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Treating Anxiety Through Nutrition

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Treating Anxiety through Nutrition

Written by By Dr. Ann Ije, ND

What is anxiety? 

According to NIH, anxiety is an ordinary phenomenon that most people go through during difficult periods in their life. There are many life altering situations that can bring about anxiety on any given day for people. Some situations that often bring about anxious feelings are standing in front of a large crowd to recite a speech, driving a highway, taking a very important exam, a job interview, moving to a new location, meeting new people, or making an important decision. The examples of anxiety mentioned above normally occur transiently and the feelings soon disappear. However, the inability to stop worrying or being anxious in the face of fear may point towards a more serious problem. People who suffer from anxiety disorder feel anxious or worried all the time, and that feeling tends to worsen over time. Symptoms relating to anxiety disorder can interfere with daily activities such as schoolwork, job performance, and home life. Keep reading to learn how you can be treating anxiety through nutrition. 

What role do neurotransmitters play in anxiety disorder?

Neurotransmitters play a very important role in the manifestation of anxiety. The three neurotransmitters that are linked to anxiety disorder are serotonin, epinephrine/norepinephrine, and GABA. Low levels of serotonin, which can occur due to heightened emotions can lead to anxiety. When there is too much norepinephrine/epinephrine or “adrenal rush” it can cause symptoms like increased heartbeat and sweating causing one to become increasingly anxious or stressed. Finally, GABA is an inhibitory neurotransmitter, which means it down regulates anxiety and associated symptoms, causing one to be less anxious and in a calmer state.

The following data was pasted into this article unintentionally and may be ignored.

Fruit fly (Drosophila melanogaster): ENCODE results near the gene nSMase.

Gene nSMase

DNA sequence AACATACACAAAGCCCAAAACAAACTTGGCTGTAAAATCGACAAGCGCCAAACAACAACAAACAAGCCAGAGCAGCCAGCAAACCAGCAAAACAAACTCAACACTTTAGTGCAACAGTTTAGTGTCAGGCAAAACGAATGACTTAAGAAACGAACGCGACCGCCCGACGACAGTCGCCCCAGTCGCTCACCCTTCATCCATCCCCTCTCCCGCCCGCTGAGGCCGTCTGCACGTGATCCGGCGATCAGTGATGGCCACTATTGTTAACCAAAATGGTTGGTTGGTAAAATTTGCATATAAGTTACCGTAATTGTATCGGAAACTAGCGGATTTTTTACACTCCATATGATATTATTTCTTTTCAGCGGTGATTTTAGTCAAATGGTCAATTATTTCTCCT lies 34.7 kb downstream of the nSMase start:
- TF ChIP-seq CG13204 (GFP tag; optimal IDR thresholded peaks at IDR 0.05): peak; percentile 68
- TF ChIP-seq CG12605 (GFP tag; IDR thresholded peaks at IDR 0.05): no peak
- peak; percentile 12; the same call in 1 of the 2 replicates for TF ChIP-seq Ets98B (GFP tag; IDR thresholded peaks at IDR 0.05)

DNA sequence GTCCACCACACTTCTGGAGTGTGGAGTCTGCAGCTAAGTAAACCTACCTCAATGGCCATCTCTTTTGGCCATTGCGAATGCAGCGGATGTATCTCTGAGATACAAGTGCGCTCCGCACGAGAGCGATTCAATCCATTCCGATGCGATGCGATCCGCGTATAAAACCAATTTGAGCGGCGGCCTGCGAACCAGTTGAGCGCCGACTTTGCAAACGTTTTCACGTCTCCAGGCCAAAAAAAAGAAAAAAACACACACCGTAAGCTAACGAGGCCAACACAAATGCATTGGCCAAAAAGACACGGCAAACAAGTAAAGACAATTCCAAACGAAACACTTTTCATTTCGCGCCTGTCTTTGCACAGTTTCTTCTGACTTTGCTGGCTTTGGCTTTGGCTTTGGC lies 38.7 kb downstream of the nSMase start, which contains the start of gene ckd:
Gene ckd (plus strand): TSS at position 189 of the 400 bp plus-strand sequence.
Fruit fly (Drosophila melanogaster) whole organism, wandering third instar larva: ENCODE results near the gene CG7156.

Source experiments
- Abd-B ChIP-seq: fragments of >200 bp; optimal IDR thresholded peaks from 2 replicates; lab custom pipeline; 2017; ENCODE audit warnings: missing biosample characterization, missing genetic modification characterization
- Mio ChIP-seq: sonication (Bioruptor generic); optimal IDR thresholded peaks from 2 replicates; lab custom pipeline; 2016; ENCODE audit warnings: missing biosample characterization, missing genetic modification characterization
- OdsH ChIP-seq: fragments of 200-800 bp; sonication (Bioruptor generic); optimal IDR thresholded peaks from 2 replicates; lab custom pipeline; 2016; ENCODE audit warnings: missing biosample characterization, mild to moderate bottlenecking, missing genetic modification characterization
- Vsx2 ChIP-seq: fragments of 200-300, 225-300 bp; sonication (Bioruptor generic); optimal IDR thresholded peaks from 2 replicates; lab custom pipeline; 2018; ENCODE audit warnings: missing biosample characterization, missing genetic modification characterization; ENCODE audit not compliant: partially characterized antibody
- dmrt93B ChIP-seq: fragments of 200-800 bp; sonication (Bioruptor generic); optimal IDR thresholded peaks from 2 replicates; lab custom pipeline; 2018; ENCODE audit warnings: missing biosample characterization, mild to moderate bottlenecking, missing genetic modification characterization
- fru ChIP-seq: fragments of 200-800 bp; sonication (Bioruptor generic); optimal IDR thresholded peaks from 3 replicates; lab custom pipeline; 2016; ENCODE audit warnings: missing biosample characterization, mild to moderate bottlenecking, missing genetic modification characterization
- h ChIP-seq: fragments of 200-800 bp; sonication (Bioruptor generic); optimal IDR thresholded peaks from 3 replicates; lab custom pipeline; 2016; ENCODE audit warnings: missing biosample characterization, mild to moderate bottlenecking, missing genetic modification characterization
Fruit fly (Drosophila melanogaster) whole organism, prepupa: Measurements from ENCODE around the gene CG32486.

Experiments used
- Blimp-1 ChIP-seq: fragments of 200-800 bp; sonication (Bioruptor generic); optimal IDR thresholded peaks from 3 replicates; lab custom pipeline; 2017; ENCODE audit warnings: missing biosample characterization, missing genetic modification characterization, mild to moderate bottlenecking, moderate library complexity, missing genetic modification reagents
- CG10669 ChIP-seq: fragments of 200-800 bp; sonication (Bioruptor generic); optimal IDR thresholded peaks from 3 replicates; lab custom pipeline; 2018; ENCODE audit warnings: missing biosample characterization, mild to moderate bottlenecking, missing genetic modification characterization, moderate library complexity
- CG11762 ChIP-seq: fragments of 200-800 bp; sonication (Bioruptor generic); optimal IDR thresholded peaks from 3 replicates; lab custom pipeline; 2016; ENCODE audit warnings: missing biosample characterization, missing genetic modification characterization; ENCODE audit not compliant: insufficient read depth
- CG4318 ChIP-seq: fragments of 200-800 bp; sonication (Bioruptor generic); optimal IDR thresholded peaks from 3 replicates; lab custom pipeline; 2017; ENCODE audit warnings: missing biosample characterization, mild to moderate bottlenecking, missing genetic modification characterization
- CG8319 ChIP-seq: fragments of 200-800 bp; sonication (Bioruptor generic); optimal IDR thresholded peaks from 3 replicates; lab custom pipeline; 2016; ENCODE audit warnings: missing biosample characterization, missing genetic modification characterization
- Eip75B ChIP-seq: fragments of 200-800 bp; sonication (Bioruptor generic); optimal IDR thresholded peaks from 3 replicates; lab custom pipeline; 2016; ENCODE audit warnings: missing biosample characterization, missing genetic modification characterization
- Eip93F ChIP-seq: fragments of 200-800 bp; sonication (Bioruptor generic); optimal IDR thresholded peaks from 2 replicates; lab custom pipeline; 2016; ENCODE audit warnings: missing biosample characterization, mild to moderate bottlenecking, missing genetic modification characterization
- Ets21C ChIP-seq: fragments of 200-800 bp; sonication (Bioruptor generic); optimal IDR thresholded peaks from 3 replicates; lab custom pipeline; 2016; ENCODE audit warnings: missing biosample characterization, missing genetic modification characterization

Nutrition and Anxiety Support 

Now that we discussed what anxiety is and the neurotransmitters involved in anxiety and its regulation, we should discuss how nutrition affects anxiety and how you can be treating anxiety through nutrition. Did you know that 95% of serotonin is found in the gut lining? There seems to be an intimate connection between mood, nutrition, and our digestive tract. An anti-anxiety diet consists of foods containing high amounts of magnesium, zinc, omega 3 fatty acids, probiotics, and B vitamins. Magnesium is a mineral that produces calming effect and can be found in leafy greens such as Swiss chard, spinach, legumes, nuts, and seeds. Oysters, cashews, and egg yolks are some examples of zinc containing foods. Omega 3 fatty acids found in fatty fish, chia seeds, flaxseeds, and other nuts and seeds may provide an anxiety reducing effect. Probiotics in kefir, yogurt, and miso, and kimchi help feed the gut microbiome which supports overall gut health. Lastly, avocados and almonds are a great source of B vitamins.

These food recommendations are not meant to deter anxiety sufferers from using medications as treatments, but only serve as a great addition to any anti-anxiety protocol. Talk to your healthcare provider about including a great nutrition plan in your treatment of anxiety for increased chances of success in overcoming challenges relating to anxiety disorder and treating your anxiety through nutrition.

Natural Care Center (NCC)

Looking to see a Nutritionist at the Natural Care Center to meet your nutritional needs? Integrative nutritionists use science-based diet and nutrition therapies to support your personal health and well-being. They recognize that individualized nutrition is essential to health and their integrative approach is not limited to one dietary theory. And for more than 40 years, the Natural Care Center at Maryland University of Integrative Health, which includes our student teaching clinic and professional practitioners, has provided powerful, meaningful, and effective healing experiences for patients and clients that arrive with a wide array of health challenges.